I looked at Columbus and its peers and Midwest counterparts to see where it ranked in terms of police presence within the city limits. Here is what I found.

Total Law Enforcement Officers, 2012

Chicago, IL: 12,766
Las Vegas, NV: 4,814
Jacksonville, FL: 2,972
Detroit, MI: 2,883
San Antonio, TX: 2,883
Milwaukee, WI: 2,577
Austin, TX: 2,252
Charlotte, NC: 2,196
Columbus: 2,138
Kansas City, MO: 1,869
St. Louis, MO: 1,866
Indianapolis, IN: 1,813
Cleveland: 1,709
Nashville, TN: 1,637
San Jose, CA: 1,435
Portland, OR: 1,195
Cincinnati: 1,113
Minneapolis, MN: 983
Virginia Beach, VA: 955
Pittsburgh, PA: 947
Omaha, NE: 943
Orlando, FL: 931
Sacramento, CA: 861
Wichita, KS: 821
Toledo: 674
Madison, WI: 555
Providence, RI: 517
Akron: 461
Dayton: 415
Youngstown: 196
Canton: 163

Law Enforcement per 10,000 Residents, 2012
1. St. Louis: 58.6
2. Chicago: 47.1
3. Cleveland: 43.4
4. Milwaukee: 43.0
5. Detroit: 40.8
6. Kansas City: 40.3
7. Orlando: 37.8
8. Cincinnati: 37.6
9. Jacksonville: 35.4
10. Las Vegas: 32.5
11. Pittsburgh: 30.3
12. Youngstown: 29.4
13. Dayton: 29.2
14. Providence: 29.1
15. Charlotte: 27.2
16. Austin: 27.0
17. Columbus: 26.8
18. Nashville: 26.4
19. Minneapolis: 25.2
20. Toledo: 23.6
21. Madison: 23.4
22. Akron: 23.2
23. Omaha: 22.6
24. Canton: 22.4
25. Indianapolis: 21.6
26. Virginia Beach: 21.3
27. Wichita: 21.2
28. San Antonio: 20.9
29. Portland: 20.0
30. Sacramento: 18.1
31. San Jose: 14.7

So now that we know the size of the police force in these places, does the size have a correlation to crime rates?

Here is the violent crime rate for the same year as these stats, 2012. The rank for police force per 10K people is listed beside the violent crime ranking.

Violent Crime Rate per 100K People and Law Enforcement Rank per 10K People
1. Detroit: 2,122.9 #5
2. St. Louis: 1,776.5 #1
3. Cleveland: 1,383.8 #3
4. Milwaukee: 1,294.5 #4
5. Kansas City: 1,263.2 #6
6. Nashville: 1,216 #18
7. Indianapolis: 1,185.5 #25
8. Toledo: 1,171.9 #20
9. Orlando: 1,017.4 #7
10. Minneapolis: 992.2 #19
11. Cincinnati: 974.7 #8
12. Dayton: 973.7 #13
13. Akron: 886.6 #22
14. Youngstown: 809.2 #12
15. Las Vegas: 784 #10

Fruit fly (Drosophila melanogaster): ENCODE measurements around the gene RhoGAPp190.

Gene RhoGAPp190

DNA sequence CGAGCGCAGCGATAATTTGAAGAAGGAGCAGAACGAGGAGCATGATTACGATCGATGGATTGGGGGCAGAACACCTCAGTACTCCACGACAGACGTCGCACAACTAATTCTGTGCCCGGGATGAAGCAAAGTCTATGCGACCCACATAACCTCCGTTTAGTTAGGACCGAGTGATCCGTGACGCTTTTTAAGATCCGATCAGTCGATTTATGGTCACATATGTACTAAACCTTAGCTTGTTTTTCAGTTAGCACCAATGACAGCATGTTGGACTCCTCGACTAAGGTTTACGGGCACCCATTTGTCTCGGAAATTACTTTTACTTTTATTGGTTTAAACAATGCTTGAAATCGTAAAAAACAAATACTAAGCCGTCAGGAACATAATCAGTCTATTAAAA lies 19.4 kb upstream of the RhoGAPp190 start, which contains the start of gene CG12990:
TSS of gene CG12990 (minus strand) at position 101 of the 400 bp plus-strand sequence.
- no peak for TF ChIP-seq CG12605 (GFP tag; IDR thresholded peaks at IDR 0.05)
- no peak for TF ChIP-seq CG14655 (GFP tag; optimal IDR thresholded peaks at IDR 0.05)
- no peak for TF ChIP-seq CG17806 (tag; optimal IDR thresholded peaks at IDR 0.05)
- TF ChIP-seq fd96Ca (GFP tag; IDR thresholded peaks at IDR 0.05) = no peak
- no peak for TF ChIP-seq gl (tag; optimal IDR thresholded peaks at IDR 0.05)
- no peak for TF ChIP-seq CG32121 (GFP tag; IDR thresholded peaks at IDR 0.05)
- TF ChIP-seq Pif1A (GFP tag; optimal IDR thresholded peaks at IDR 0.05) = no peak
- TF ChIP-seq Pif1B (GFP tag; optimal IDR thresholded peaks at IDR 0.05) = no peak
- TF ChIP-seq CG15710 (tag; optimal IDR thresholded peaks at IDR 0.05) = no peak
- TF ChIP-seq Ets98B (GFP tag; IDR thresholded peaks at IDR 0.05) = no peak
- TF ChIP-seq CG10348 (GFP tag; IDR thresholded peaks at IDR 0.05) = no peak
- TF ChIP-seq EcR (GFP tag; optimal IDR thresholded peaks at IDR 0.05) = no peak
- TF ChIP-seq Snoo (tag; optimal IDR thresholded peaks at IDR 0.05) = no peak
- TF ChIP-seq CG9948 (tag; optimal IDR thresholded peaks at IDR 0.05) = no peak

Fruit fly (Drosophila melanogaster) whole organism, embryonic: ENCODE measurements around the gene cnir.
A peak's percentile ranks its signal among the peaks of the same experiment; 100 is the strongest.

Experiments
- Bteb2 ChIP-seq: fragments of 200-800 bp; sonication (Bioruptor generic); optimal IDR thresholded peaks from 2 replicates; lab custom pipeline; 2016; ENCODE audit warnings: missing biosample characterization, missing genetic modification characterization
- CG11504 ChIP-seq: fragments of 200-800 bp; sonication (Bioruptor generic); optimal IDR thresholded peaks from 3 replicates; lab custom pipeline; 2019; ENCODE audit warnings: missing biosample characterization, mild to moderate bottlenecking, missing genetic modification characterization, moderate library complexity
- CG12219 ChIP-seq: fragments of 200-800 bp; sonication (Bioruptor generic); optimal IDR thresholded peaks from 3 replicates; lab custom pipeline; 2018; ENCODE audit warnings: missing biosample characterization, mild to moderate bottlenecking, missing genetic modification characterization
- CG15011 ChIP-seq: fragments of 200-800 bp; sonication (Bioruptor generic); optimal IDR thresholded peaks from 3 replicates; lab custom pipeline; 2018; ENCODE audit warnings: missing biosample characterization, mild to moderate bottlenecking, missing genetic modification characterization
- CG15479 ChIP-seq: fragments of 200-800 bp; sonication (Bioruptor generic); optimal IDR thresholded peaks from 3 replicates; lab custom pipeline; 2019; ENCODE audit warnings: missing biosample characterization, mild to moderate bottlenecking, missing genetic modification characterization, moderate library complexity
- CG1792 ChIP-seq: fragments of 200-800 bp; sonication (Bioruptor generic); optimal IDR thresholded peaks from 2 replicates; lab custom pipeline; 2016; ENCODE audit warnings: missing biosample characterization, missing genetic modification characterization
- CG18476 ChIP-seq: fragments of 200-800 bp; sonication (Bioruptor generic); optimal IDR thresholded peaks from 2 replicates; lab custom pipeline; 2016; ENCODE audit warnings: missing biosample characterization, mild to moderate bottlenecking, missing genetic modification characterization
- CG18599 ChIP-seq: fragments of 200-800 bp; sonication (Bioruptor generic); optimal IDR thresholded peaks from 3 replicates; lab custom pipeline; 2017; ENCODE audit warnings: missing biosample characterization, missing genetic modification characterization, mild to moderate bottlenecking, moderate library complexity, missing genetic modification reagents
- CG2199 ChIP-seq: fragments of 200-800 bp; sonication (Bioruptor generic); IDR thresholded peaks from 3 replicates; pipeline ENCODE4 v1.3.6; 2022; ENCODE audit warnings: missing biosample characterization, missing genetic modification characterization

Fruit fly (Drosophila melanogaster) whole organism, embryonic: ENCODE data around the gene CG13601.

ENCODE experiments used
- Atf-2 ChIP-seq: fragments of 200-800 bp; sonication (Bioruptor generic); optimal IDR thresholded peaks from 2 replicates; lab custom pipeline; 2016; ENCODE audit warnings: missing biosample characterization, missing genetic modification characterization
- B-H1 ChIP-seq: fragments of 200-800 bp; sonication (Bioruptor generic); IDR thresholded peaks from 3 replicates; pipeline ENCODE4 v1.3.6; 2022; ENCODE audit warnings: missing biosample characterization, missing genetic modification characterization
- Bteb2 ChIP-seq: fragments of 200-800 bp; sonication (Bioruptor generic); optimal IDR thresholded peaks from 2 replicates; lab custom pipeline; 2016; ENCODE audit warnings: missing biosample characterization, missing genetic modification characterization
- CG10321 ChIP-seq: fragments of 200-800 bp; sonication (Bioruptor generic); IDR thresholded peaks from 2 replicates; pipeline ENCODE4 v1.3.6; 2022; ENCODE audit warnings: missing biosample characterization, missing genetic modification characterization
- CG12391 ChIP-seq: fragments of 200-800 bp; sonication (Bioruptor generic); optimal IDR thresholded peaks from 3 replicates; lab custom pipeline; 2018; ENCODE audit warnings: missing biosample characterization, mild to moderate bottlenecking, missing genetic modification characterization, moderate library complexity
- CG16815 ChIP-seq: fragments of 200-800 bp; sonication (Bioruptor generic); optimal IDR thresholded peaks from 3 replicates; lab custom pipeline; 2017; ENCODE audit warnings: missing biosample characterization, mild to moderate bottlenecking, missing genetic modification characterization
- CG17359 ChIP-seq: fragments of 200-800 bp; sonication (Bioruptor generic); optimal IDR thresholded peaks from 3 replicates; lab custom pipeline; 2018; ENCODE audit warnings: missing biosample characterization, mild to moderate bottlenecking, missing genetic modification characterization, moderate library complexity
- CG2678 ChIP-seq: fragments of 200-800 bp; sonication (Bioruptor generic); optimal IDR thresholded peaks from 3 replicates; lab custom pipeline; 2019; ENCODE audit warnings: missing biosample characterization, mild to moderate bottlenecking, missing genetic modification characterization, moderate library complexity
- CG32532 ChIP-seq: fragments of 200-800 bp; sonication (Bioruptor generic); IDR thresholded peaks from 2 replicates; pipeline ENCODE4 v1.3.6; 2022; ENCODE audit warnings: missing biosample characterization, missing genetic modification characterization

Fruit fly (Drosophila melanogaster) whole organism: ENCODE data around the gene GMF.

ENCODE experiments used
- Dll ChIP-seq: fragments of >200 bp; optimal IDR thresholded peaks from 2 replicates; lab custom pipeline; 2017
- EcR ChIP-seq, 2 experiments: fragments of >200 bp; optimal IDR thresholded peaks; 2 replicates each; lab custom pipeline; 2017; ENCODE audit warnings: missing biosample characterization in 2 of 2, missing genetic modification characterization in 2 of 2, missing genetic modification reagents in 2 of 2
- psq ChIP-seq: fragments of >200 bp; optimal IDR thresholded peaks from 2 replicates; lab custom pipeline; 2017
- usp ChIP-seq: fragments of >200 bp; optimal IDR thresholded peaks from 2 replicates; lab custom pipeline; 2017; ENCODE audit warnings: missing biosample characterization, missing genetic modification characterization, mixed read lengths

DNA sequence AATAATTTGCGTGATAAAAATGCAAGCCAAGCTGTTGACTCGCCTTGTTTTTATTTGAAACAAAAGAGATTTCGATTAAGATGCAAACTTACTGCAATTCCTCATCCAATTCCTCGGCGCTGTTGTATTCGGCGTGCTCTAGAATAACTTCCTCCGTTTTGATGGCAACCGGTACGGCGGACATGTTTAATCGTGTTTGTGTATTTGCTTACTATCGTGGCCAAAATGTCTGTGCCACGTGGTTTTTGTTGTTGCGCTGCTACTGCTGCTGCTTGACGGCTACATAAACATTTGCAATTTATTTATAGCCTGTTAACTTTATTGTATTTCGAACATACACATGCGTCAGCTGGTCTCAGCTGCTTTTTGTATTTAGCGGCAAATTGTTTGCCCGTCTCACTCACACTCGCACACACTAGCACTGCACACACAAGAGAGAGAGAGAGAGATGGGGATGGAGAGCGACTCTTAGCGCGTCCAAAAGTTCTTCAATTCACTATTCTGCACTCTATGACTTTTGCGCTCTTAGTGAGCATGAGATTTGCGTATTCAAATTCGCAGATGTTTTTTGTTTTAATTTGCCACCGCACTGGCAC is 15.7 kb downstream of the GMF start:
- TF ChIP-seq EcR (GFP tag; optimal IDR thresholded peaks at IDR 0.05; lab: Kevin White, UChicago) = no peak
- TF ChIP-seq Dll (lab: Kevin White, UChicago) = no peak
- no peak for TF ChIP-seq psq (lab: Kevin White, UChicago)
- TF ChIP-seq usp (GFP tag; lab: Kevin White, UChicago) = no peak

16. Pittsburgh: 752 #11
17. Wichita: 742.5 #27
18. Sacramento: 738.6 #30
19. Charlotte: 647.9 #15
20. Providence: 636.9 #14
21. Columbus: 630 #17
22. Jacksonville: 617.3 #9
23. Omaha: 594.5 #23
24. Portland: 517.2 #29
25. San Antonio: 503.1 #28
26. Austin: 408.8 #16
27. Madison: 377.7 #21
28. San Jose: 363.3 #31
29. Virginia Beach: 169.4 #26
30. Canton: 28.6 #24
Chicago: N/A

Based on the ranking above, which cities are getting the best bang for their police force? That would be cities with a larger police force ranking (by at least 2 spots) than violent crime ranking. These would include: Orlando, Cincinnati, Youngstown, Las Vegas, Pittsburgh, Charlotte, Providence, Columbus, Jacksonville, Austin, Madison, Virginia Beach and Canton.

On the opposite end, the cities with failing police levels vs. violent crime include those places with a higher violent crime ranking than police ranking (by at least 2 spots). Those are: Detroit, Nashville, Indianapolis, Toledo, Minneapolis, Akron, Wichita, Sacramento, Portland, San Antonio and San Jose.

Finally, the cities with violent crime ranked about where their police size is include St. Louis, Cleveland, Milwaukee, St. Louis, Kansas City, Dayton and Omaha.

So Columbus is in the best category. Its violent crime ranking is 4 spots lower than its law enforcement ranking size, meaning that police in Columbus are performing better than average. Let’s just hope they’re doing the right, legal thing when policing.

For more information and other cities, large and small, check out this link: http://www.governing.com/topics/public-justice-safety/gov-cities-with-the-greatest-police-presence-most-officers-per-capita.html

Cool Link of the Day: Columbus Less Religious Than Las Vegas?

http://www.marketwatch.com/story/this-is-the-most-godless-city-in-america-2015-03-24?siteid=yhoof2